Shiba Inu ‘devastatingly’ fails in DeFi safety score yet its DEX locks in $1.5B in a day

On July 6, the makers of the dog-inspired cryptocurrency Shiba Inu (SHIB) have launched the decentralized exchange (DEX) ShibaSwap. Following the rollout, the Twitter account of the SHIBA ecosystem revealed that ShibaSwap has secured over $1.5 billion of Total Value Locked (TVL) in just one day.

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The TVL is a metric that represents the number of assets that are being staked in a particular protocol.

Security concerns
Despite the impressive starting TVL of the Shiba DEX, DeFi experts raised concerns over the safety of the project.

The DeFi Safety, which reviews the processes and transparency of crypto projects, gave the protocol a score of just 3%, which is far too low compared with other DEX projects such as Loopring, which has a score of 82%, Gnosis DEX, which has a score of 91%, and Bancor with a score of 96%.


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ShibaSwap passed only two of DeFi Safety’s 22 review criteria. It scored low because of the project’s anonymous team and lack of transparency and documentation, among others.

In a tweet, the review platform described ShibaSwap’s 3% score as “a devastating” and called it “a prime example of what absolute negligence looks like in a protocol”.


DeFi analyst Chris Blec also commented on the protocol’s safety issues, warning that funds locked in ShibaSwap can be drained by a single Ethereum (ETH) account.

Solidity developer Joseph Schiarizzi also warned about the project. In an article on Medium, he explained how funds can be stolen from ShibaSwap staking contracts. He nonetheless gave the developers some advice on how to fix the issues and make the funds more secure.

“If the devs do all of these things immediately, I will take back my criticism and say this isn’t a scam. Until then, this staking contract is a scam, despite hundreds of millions being locked into it,” Schiarizz wrote.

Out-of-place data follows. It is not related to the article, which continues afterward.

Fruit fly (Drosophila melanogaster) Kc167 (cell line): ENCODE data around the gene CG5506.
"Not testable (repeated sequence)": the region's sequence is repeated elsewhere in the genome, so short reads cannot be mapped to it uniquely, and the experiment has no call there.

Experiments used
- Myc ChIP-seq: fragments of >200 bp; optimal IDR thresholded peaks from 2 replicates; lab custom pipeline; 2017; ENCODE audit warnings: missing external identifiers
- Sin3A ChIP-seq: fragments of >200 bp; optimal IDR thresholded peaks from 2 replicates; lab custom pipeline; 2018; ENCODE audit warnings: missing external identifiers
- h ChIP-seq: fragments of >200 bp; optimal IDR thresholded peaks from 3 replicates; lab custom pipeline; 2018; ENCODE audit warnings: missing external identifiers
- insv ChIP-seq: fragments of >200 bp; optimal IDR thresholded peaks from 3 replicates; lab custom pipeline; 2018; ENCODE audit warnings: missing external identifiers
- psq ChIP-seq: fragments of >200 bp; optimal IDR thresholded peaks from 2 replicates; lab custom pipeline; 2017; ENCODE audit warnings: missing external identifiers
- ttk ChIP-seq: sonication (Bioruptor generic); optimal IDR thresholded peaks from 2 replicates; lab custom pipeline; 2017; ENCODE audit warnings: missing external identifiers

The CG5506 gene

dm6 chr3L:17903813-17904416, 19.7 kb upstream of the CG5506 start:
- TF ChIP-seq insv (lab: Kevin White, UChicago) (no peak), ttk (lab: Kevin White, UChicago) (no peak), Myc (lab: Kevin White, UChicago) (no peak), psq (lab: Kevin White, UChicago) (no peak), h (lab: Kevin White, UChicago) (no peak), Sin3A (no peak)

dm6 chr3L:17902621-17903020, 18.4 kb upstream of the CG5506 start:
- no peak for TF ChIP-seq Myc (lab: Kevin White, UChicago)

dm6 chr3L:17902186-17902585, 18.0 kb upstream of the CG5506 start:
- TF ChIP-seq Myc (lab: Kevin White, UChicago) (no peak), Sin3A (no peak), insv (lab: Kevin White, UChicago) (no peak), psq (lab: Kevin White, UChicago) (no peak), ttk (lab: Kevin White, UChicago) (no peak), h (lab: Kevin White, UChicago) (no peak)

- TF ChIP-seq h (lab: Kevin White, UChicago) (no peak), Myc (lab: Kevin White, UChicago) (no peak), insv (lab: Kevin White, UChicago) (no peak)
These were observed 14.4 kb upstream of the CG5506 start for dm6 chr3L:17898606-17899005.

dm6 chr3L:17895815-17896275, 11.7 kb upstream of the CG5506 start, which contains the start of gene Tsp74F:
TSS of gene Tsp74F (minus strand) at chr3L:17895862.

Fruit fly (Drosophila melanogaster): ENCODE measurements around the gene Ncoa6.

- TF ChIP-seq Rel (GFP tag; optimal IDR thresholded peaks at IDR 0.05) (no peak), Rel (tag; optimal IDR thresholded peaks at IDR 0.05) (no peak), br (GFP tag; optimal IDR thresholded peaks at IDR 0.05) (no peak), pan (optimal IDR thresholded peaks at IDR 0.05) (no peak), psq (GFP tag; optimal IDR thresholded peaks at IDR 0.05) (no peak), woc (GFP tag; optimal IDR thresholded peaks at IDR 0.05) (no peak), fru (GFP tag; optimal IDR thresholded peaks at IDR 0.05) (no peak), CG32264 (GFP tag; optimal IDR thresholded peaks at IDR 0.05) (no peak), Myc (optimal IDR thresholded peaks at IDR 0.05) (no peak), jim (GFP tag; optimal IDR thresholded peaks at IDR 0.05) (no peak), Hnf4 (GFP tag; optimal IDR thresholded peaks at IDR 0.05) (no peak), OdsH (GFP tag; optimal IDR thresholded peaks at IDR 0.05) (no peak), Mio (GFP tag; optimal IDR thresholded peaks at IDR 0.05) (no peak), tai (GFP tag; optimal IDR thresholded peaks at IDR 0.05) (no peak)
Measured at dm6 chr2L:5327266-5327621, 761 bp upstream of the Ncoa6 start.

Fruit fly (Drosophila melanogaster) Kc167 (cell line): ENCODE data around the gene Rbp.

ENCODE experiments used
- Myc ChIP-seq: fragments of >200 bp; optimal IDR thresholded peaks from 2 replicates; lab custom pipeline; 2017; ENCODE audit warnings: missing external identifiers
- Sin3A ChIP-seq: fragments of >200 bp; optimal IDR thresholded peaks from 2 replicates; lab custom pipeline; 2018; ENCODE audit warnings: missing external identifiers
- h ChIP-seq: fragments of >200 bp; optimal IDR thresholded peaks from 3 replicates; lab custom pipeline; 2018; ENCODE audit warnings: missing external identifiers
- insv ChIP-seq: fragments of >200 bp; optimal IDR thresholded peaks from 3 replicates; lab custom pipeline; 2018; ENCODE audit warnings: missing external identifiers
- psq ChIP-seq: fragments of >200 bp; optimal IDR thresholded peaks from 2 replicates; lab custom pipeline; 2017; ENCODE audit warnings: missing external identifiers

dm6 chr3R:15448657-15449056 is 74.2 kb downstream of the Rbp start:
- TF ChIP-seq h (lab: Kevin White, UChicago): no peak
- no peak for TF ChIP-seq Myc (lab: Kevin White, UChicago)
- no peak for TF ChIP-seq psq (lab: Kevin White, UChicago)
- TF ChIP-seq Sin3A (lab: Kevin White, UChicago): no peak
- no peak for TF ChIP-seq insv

The value of SHIB increased by 14% following the launch of ShibaSwap on July 6 but its price has since dropped. At the time of writing the price of the token is $0.00000797, according to data from CoinMarketCap.


The recently launched dapp on the Ethereum blockchain, Shibaswap, has a high APR for staking Liquidity Provider tokens, however, the developer can easy remove all liquidity staked in the smart contract and steal funds. Let’s walk through the code and show how it is unsafe,

then show how the dev can fix this particular issue.
First a quick primer on Liquidity Pools, AMMs like Uniswap that allow you to swap between different tokens safely and efficiently, and LP staking programs:


Liquidity is typically represented by discrete orders placed by individuals onto a centrally operated order book. A participant looking to provide liquidity or make markets must actively manage their orders, continuously updating them in response to the activity of others in the marketplace.
While order books are foundational to finance and work great for certain usecases, they suffer from a few important limitations that are especially magnified when applied to a decentralized or blockchain-native setting. Order books require intermediary infrastructure to host the orderbook and match orders.

This creates points of control and adds additional layers of complexity. They also require active participation and management from market makers who usually use sophsticated infrastructure and algorithms, limiting participation to advanced traders. Order books were invented in a world with relatively few assets being traded, so it is not surprising they aren’t ideal for an ecosystem where anyone can create their own token and those tokens usually have low liquidity. In sum, with the infrastrucural trade-offs presented by a platform like Ethereum, order books are not the native architecture for implementing a liquidity protocol on a blockchain.